Most of our electronic devices use LEDs, which emit a greater amount of blue light rays when compared to regular incandescent or fluorescent bulbs. All products that that have LCD screens – laptops, tablets, or older smart phones use LEDs as backlighting in their displays, and no screen filter can really block that out.

According to the American Optometric Association (AOA), extended exposure to blue light which results from staring at a computer screen for several hours, might cause macular degeneration, a significant damage to your retina (a thin innermost layer of tissue that receives light, converts it into neural signals, and sends it to the brain) - not only are they high-energy waves, but they reach the retina almost unfiltered.

What is Blue Light Filter and How Does It Work?

As blue light waves are not naturally filtered, blue light filters are specifically designed to eliminate most of the HEV blue lights from the light spectrum. It is not necessary to block out blue light waves completely, as they are mostly beneficial to us. We need them to regulate our circadian rhythm, to be more productive, and have more energy during the day.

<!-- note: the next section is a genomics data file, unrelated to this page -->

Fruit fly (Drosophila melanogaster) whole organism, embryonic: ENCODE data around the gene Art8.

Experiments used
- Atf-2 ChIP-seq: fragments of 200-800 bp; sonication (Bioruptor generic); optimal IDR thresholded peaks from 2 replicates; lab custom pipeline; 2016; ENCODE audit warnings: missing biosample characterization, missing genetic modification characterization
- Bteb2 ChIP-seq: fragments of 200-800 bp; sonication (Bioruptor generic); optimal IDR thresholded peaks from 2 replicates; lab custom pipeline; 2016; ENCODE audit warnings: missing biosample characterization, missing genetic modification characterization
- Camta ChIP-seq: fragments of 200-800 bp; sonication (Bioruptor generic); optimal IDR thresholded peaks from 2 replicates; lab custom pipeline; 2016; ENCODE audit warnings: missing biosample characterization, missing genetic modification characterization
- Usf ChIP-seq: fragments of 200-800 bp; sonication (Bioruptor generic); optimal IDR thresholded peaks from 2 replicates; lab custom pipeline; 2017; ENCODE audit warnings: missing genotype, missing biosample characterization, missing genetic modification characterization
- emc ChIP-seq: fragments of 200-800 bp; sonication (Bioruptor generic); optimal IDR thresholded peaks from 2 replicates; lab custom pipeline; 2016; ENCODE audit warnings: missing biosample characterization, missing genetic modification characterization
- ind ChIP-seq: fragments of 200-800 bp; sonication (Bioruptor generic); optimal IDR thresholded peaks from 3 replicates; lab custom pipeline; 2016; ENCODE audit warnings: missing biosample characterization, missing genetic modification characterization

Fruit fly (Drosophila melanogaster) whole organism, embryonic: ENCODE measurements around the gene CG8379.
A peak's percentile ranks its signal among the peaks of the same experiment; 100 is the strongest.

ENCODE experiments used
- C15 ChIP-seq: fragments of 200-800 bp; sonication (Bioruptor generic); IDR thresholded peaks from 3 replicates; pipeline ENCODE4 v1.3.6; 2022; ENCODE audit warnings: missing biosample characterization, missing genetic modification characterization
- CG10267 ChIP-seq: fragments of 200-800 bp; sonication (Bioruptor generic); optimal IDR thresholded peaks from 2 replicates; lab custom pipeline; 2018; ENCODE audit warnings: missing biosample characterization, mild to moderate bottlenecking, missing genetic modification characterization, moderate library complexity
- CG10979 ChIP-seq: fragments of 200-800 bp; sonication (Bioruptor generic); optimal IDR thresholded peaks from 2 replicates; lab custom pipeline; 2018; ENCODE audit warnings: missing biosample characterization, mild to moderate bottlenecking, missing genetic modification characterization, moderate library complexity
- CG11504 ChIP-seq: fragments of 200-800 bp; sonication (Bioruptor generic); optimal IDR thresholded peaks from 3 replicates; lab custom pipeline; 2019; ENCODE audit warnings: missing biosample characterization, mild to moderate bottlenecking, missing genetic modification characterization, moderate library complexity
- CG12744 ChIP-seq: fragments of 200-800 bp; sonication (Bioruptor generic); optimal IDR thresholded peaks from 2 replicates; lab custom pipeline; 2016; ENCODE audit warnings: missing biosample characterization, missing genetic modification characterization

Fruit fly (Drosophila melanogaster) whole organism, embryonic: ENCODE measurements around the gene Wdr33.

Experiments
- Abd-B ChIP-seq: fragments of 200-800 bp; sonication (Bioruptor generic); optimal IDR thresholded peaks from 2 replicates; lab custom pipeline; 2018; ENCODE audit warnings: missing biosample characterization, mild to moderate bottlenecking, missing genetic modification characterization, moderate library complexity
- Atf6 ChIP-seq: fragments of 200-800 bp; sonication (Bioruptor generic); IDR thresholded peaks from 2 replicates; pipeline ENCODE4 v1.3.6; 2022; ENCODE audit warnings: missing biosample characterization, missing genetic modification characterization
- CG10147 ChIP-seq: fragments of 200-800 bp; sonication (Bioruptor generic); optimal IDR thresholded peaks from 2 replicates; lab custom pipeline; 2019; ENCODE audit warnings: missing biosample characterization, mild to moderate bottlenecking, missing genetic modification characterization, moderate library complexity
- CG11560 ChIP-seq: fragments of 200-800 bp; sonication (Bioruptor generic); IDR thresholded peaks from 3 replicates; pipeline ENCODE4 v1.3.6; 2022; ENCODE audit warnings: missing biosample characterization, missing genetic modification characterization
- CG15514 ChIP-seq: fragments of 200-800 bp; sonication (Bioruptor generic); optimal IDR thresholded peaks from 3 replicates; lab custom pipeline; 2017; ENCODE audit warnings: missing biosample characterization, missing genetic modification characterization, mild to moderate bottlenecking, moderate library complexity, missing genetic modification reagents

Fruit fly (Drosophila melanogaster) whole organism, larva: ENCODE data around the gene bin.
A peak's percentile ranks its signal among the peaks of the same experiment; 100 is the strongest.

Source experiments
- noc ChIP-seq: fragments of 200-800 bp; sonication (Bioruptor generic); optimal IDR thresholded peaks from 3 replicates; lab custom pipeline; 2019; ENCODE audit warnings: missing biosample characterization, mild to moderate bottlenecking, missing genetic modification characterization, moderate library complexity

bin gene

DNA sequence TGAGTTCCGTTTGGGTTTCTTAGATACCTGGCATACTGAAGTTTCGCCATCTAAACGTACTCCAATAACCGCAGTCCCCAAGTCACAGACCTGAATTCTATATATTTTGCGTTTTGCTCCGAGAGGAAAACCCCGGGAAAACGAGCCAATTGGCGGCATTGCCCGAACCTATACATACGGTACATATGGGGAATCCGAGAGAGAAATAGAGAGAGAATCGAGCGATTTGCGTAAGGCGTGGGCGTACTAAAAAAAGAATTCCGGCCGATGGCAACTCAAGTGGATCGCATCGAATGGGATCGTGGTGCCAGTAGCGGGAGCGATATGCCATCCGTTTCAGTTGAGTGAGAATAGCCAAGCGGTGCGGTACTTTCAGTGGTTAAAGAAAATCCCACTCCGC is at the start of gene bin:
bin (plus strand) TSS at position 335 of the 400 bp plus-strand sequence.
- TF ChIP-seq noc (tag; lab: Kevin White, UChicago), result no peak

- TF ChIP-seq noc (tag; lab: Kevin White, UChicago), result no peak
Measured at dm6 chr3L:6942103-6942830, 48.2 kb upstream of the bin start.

Most blue light filters eliminate the most harmful frequencies that fall in the range between 400 and 440nm, which can help ease many of the symptoms linked with the extended use of digital devices. They still allow some blue light to come through to keep us in sync with natural day-night cycles, while helping our eyes relax and feel less strain.

Some filters, though, are designed for nighttime use and they block blue light in frequencies up to 480nm.

Nowadays, you can buy a blue light filter screen for your computer or tablet, and most newer smartphones are equipped with some form of blue light protection. If you wear prescription glasses or readers, why not invest in a pair of fashionable frames with blue light blocking lenses? Not only will you look stylish and sophisticated, but your eyes will thank you. LOOK OPTIC is a fantastic place to start, with a huge selection of blue light glasses to choose from, including computer glasses, too. 

Summary

Blue light filters can alleviate many harmful effects resulting from an extended exposure to digital devices, from blurry vision and dry eyes to digital eye strain, macular degeneration, and even blindness.  Sure, research on this topic might be in early stages, but what do you have to lose? We bet you’ll look much better in front of your computer while wearing a fashionable pair of blue light blocking glasses than squinting like Mr. Magoo, 

Sources:

https://health.clevelandclinic.org/put-the-phone-away-3-reasons-why-looking-at-it-before-bed-is-a-bad-habit/

https://www.aoa.org/patients-and-public/caring-for-your-vision/protecting-your-vision/computer-vision-syndrome

https://fortune.com/2018/08/15/blue-light-blindness-study/